But since we all need to keep up with the Jones's and also have to keep up appearances "to keep the seller's happy/show them that we are doing something" instead of properly selling our services, then we continue to waste money on property ads that mostly don't do all that much.
I'm sure in your case it's different, but here in central CT we have approx. 2,500 members in my AOR and about 500 agents in my local service area of about 50,000 households (in 4 towns) fighting over roughly 200 total (condo and single family home) listings at present.
Yet we continue to p*** away money on property ads. I'm just as guilty, I have 5 classified ads myself in this weekend's Hartford Courant and a combination of classified AND picture display property ads running in next Tuesday's Rare Reminder (local weekly rag). Plus The Real Estate Book, but those already sold before the book came out :)
Yet my best all time ad continues to be a generic "Terms" ad that is not specifically about a property..."Own Your Own Home for LESS than $3,975 Down. Several homes still available, many with 3 & 4 bedrooms. Call Al Napier for qualifying info. xxx-xxxx..........."
I get more bona fide buyers that actually buy because of that ad than any or all my other property ads combined, but the seller's keep wanting to see 3 bed 2 bath home on Lover's Lane... type of stuff, even if it doesn't work.
Same deal with my web site promo ads, they work great, get me clients, sell my listings, but the seller's don't understand nor like anything other than a plain description of their house.
Oh, and if that sign is not up in their yard FAST they have a fit.
Seems that perception is more important than RESULTS - Go Figure...............
Marketing your Web Site requires thinking about the things you are doing. Carolyne in Canada writes:
When we had our checks reprinted recently, we had the printer add our web site URL and eMail address to our company logo and address. And, a business card goes out with each bill paid, as well as a letter size color promo piece, advertising one of our listed properties for sale.
We recently had a sale where the lawyer handling the buyer's paperwork was located in the next town, near where Chris works... since we include a promo piece along with all the real estate information that goes out to the closing lawyer, too, the lawyer made a comment to the buyer, that we sure did know how to market our services. He had never had an agent send him anything along with the closing paperwork.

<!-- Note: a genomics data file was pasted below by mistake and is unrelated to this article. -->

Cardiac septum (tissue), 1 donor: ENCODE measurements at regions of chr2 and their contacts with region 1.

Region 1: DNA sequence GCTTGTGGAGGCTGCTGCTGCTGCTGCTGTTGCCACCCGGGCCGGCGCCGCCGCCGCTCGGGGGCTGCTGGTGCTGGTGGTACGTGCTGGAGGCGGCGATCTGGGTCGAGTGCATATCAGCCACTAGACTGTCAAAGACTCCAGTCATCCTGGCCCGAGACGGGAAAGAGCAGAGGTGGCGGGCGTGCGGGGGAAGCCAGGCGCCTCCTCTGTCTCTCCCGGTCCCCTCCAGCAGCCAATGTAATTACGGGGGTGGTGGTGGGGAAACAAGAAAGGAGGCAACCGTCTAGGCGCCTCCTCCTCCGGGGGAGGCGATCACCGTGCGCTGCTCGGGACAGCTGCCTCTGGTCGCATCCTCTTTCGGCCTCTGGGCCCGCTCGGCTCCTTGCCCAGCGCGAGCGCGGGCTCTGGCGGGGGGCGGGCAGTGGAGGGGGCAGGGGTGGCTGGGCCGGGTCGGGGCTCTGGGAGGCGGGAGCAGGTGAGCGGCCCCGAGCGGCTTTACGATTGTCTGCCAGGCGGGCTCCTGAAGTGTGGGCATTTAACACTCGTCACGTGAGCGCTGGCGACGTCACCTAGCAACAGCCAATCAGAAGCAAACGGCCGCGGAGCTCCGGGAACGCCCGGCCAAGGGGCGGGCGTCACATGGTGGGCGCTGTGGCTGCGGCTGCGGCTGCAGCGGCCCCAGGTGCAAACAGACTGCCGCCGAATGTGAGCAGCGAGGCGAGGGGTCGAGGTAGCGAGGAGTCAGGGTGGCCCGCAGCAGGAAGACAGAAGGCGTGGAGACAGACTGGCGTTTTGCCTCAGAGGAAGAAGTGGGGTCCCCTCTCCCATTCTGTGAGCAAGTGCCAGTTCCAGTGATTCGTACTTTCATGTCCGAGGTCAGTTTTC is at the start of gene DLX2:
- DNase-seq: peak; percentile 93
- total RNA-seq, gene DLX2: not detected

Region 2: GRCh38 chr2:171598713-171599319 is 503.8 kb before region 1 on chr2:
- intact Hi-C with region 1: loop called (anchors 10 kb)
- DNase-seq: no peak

Although I had never heard of him, he told the client that he was going to keep that marketing piece to share with any clients who were relocating to our area. Of course I was pleased to hear that.
Marketing tip from David Swarat:
Every Monday or Tuesday, I send out an eMail newsletter update to my eMail database, which includes: current buyer and seller clients, people that have requested to join the eMailer, people that have made inquiries to me from my website, etc. I do not send to people I have not had previous contact with.
Anyway, yesterday I sent the following eMail update:
I certainly hope April is going well for you! The weather here in North Idaho has been absolutely gorgeous! Mostly sunny with only a couple days of rain. WONDERFUL! I'm ready for summer!
I have updated our website at http://www.nidt.com - especially the homes for sale section at: http://www.nidt.com/homes.htm
BUYERS SPECIAL: I am now offering FREE TO YOU, a personal website, updated on a weekly basis, with fresh new listings that meet your purchasing criteria. eMail today to sign up for this service: BuyerSpecial@nidt.com
Here is the GOOD news: a couple of weeks ago I mentioned that uniques and page views on my website sky-rocketed when I ran those ads that Al Napier tipped us on, well, yesterday I received even HIGHER statistics (65 page views more, and 10 uniques more than before) - as I referenced my site with a link, AND offered a FREE web page to buyer clients. I also received 4 requests (so far) to join this "special offer" by people that we had only received 1 original inquiry from.
Here is a link to an actual buyers site:
Norm Fehr asks [in part]: